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Volume 27, Number 1—January 2021
Research Letter

Attitudes about COVID-19 Lockdown among General Population, France, March 2020

Patrick Peretti-WatelComments to Author , Valérie Seror, Sébastien Cortaredona, Odile Launay, Jocelyn Raude, Pierre Verger, François Beck, Stéphane Legleye, Olivier L’Haridon, Jeremy Ward, Enquête Longitudinale, and for the Coronavirus and Confinement and COCONEL and Study Group
Author affiliations: VITROME (Vecteurs–Infections Tropicales et Méditerranéennes), Institut Méditerranée Infection, Aix Marseille Université, Marseille, France (P. Peretti-Watel, V. Seror, S. Cortaredona, J. Ward); Observatoire Régional de la Santé Provence-Alpes-Côte d'Azur, Marseille (P. Peretti-Watel, P. Verger); Centre d’Investigation Clinique Cochin-Pasteur, Paris, France (O. Launay) ; École des Hautes Études en Santé Publique, Rennes (J. Raude); Centre de Recherche en Épidémiologie et Santé des Populations, Villejuif, France (F. Beck, S. Legleye); Université de Rennes, Rennes (O. L’Haridon); Groupe d’Étude des Méthodes de l’Analyse Sociologique de la Sorbonne, Paris (J. Ward)

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Abstract

Because the effectiveness of a coronavirus disease lockdown in curbing coronavirus disease spread depends on public support, acquiring real-time information about the way populations reacted to the lockdown is crucial. In France, such public support remained fragile among low-income persons, probably because the lockdown exacerbated preexisting social inequalities and conflicts.

During the spring of 2020, because of the coronavirus disease (COVID-19) pandemic, >3 billion persons worldwide lived under lockdown, and many of them were probably angry, uncertain, and distrustful of their national leaders (1). Thus, acquiring real-time information about the way populations react and comply to such stringent measures across different socio-economic groups and sociocultural contexts is crucial (2). Social acceptability is especially important in the case of France, because the general population did not adhere to governmental recommendations against the previous 2009 influenza A(H1N1) pandemic, during which only 8% of adults complied with the mass vaccination campaign promoted by health authorities (3,4).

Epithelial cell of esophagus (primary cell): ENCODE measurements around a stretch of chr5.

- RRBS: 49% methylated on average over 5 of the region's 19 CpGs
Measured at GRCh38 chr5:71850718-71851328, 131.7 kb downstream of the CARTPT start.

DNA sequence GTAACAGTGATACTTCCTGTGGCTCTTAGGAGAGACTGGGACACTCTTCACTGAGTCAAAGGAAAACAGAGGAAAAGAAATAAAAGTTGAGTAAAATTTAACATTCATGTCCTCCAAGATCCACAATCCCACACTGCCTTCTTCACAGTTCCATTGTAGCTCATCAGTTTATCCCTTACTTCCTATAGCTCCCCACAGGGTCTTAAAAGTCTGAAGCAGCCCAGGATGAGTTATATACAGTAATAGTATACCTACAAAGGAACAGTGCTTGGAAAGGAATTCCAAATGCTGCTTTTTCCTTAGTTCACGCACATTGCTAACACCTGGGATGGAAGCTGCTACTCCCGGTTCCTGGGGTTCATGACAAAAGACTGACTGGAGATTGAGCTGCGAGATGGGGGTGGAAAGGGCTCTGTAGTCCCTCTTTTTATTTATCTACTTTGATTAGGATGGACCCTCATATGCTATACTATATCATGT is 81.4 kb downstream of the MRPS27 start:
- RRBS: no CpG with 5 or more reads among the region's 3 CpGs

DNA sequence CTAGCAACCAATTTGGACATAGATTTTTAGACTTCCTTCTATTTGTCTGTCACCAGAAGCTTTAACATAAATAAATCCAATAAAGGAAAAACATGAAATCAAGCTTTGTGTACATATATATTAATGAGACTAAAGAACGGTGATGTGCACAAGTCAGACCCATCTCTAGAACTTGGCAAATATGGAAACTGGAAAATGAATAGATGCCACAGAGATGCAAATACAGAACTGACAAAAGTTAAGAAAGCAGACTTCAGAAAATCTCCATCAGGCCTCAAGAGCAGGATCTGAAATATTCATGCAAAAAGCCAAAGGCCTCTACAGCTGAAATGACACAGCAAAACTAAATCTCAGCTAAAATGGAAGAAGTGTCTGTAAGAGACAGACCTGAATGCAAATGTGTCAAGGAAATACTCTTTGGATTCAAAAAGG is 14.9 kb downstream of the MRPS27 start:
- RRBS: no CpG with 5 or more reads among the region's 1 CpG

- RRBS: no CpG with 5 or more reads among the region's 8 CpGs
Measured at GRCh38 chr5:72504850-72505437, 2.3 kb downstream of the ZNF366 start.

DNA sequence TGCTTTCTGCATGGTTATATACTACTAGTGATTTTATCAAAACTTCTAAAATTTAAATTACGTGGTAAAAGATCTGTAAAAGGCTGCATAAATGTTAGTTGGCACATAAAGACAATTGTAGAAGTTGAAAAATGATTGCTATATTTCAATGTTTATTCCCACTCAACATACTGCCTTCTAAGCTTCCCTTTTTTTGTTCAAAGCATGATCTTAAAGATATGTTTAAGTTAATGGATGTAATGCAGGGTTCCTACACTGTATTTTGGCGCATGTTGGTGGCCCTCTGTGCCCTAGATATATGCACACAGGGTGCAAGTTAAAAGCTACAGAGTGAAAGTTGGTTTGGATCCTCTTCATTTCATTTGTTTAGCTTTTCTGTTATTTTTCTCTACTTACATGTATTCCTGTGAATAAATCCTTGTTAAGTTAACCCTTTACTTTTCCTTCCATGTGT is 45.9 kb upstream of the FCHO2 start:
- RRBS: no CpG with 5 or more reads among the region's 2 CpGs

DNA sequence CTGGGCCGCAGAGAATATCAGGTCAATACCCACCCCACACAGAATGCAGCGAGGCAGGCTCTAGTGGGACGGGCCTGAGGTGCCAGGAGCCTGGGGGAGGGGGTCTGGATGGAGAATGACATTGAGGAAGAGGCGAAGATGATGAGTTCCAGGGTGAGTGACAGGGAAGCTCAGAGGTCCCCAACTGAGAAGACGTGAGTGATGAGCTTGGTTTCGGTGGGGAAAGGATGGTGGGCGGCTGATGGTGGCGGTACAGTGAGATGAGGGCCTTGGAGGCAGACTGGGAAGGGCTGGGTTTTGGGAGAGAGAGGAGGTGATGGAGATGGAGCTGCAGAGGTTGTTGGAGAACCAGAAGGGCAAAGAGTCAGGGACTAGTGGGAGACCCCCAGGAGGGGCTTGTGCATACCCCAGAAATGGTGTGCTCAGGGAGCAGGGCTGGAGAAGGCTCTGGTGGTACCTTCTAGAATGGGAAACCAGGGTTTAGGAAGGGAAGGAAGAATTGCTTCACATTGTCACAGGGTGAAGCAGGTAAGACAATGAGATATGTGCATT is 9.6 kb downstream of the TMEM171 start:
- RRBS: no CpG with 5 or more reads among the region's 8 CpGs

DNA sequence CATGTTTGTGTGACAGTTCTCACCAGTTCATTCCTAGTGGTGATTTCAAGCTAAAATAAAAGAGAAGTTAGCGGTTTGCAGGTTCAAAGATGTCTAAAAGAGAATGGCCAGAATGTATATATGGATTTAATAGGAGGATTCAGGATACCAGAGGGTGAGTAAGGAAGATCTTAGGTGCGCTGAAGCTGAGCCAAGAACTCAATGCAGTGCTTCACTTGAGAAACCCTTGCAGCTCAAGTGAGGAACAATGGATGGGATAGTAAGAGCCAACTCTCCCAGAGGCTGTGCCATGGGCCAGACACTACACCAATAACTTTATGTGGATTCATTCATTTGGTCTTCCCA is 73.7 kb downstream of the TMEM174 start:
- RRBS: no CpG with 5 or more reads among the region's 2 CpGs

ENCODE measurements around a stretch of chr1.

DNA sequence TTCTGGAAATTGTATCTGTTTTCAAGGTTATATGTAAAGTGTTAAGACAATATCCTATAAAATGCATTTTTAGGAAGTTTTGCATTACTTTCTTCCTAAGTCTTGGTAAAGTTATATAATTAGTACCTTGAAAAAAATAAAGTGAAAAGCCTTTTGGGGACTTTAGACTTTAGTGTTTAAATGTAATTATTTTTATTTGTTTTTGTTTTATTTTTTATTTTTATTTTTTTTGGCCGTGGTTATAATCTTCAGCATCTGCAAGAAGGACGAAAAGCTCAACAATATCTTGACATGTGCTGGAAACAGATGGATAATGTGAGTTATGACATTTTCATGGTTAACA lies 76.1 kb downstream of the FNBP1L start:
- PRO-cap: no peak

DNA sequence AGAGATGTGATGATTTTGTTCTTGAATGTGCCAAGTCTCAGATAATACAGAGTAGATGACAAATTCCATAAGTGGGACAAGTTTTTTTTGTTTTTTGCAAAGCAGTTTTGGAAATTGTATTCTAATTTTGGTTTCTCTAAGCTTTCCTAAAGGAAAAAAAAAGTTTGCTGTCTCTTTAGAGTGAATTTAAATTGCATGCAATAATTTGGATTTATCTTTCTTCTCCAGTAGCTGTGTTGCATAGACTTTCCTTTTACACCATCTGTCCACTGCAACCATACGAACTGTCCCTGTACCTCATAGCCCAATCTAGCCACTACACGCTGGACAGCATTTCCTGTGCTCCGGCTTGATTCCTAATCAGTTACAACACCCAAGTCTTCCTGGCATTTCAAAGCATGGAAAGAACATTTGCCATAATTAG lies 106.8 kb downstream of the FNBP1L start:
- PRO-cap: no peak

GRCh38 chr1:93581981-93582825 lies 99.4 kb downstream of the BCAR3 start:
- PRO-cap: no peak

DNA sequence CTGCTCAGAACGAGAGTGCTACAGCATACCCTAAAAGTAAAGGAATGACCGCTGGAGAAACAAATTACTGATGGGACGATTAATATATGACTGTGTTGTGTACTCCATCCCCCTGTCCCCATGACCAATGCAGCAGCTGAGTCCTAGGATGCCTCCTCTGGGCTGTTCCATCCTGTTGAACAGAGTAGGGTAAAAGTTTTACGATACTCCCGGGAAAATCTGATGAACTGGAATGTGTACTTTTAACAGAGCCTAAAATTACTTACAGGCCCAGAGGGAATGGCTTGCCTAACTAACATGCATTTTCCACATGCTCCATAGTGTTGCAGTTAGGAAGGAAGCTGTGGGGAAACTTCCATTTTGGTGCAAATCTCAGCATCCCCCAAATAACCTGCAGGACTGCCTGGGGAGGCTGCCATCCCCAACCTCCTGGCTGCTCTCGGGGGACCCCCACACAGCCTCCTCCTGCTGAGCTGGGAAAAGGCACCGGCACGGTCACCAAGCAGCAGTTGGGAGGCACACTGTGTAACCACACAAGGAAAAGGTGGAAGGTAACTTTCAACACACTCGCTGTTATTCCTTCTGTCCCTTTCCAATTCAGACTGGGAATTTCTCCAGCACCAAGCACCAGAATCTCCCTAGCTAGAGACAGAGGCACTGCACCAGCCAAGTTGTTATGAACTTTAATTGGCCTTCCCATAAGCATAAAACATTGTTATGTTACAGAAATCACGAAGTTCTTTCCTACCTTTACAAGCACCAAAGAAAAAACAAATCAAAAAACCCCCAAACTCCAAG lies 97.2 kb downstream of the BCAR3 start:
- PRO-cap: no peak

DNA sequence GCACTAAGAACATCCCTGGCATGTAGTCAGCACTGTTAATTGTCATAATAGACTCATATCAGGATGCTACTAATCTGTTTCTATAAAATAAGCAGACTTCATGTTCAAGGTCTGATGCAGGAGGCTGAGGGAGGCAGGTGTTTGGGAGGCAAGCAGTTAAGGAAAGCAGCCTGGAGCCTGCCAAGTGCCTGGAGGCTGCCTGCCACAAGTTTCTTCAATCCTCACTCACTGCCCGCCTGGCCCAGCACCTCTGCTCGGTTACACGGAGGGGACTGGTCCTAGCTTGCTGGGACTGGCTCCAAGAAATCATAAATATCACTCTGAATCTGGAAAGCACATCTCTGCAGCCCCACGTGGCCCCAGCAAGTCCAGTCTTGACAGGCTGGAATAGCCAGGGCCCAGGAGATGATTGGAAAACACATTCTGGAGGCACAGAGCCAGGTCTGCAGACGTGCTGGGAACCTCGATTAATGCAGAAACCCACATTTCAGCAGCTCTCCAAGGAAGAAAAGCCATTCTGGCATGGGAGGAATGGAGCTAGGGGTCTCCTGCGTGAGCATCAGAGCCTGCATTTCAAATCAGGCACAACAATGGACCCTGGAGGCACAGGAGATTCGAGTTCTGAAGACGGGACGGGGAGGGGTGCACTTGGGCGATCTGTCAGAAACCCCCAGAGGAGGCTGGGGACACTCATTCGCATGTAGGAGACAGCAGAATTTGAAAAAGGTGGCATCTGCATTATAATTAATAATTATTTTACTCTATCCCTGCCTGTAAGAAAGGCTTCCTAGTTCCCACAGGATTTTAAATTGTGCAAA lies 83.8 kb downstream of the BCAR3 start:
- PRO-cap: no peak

To investigate attitudes toward the lockdown among the general population in France, we conducted a cross-sectional online survey among a nationally representative sample (N = 1,012) of residents >18 years of age (Table). The survey was administered during March 27–29, about 10 days after the nationwide lockdown was introduced. To limit selection bias, categories of persons who are less prone to participate in internet surveys (e.g., workers and older persons) were oversampled, and the invitational email did not mention the theme of the survey. In terms of response bias, self-administered questionnaires tend to yield fewer reports in the socially desirable direction than do interviewer-administered questionnaires, and online surveys might have the lowest levels of social-desirability bias (5). We computed participants’ equivalized household income per month, taking into account household size and composition. Low income refers to the bottom quartile, medium income to the second and third quartiles, and high income to the top quartile. Participants were asked to express their level of agreement toward 12 statements related to lockdown. We asked them whether they were experiencing financial difficulties because of the lockdown. We also asked for household size and housing surface area to identify participants confined in an overcrowded household.

Most participants supported the current lockdown as the only effective way to fight the epidemic and the need to maintain it for several more weeks; however, this support was significantly lower (p<0.001 by χ2 test) among low-income respondents (Table). Strong support was observed across all income groups in favor of strengthening controls to making the lockdown more effective. Only a few respondents (more frequently low-income respondents) expressed open criticisms, including statements indicating that the lockdown is “disproportionate considering the real gravity of the epidemic” (35% among low-income respondents vs. 10% among high-income respondents) and that it should be less coercive to be more acceptable (33% among low-income respondents vs. 13% among high-income respondents).